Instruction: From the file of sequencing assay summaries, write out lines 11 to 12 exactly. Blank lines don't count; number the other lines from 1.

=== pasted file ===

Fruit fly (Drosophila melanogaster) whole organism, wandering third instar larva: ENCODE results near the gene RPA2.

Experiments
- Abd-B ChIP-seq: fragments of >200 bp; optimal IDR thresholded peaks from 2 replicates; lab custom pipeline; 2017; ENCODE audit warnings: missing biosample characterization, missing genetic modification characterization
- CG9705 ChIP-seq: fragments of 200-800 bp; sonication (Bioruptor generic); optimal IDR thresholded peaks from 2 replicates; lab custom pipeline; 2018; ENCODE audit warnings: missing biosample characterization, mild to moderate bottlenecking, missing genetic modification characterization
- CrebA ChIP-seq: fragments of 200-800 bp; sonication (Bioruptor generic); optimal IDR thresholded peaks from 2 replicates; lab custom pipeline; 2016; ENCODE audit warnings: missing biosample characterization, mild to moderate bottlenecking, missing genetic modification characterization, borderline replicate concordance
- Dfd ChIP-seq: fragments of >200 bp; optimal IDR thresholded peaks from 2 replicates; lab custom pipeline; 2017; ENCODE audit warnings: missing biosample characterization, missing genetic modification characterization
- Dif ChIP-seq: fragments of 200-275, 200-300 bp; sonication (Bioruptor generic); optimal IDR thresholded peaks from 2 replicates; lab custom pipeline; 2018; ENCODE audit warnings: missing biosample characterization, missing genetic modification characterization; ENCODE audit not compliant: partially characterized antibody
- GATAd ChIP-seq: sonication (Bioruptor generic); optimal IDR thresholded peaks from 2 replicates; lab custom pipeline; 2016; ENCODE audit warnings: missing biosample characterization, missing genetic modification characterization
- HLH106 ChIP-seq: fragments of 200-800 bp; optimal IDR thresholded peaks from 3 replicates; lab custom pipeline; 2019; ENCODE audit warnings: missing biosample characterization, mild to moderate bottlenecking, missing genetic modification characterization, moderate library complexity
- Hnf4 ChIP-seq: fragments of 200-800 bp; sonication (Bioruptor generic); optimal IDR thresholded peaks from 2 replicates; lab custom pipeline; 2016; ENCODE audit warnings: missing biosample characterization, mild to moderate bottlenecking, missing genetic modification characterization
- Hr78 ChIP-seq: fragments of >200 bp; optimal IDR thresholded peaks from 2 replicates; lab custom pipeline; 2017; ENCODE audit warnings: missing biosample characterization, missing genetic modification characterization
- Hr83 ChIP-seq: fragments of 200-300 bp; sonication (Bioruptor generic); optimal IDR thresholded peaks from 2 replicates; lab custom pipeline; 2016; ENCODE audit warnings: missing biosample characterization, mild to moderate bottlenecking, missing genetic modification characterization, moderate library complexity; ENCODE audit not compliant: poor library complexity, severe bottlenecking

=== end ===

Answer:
- Hr78 ChIP-seq: fragments of >200 bp; optimal IDR thresholded peaks from 2 replicates; lab custom pipeline; 2017; ENCODE audit warnings: missing biosample characterization, missing genetic modification characterization
- Hr83 ChIP-seq: fragments of 200-300 bp; sonication (Bioruptor generic); optimal IDR thresholded peaks from 2 replicates; lab custom pipeline; 2016; ENCODE audit warnings: missing biosample characterization, mild to moderate bottlenecking, missing genetic modification characterization, moderate library complexity; ENCODE audit not compliant: poor library complexity, severe bottlenecking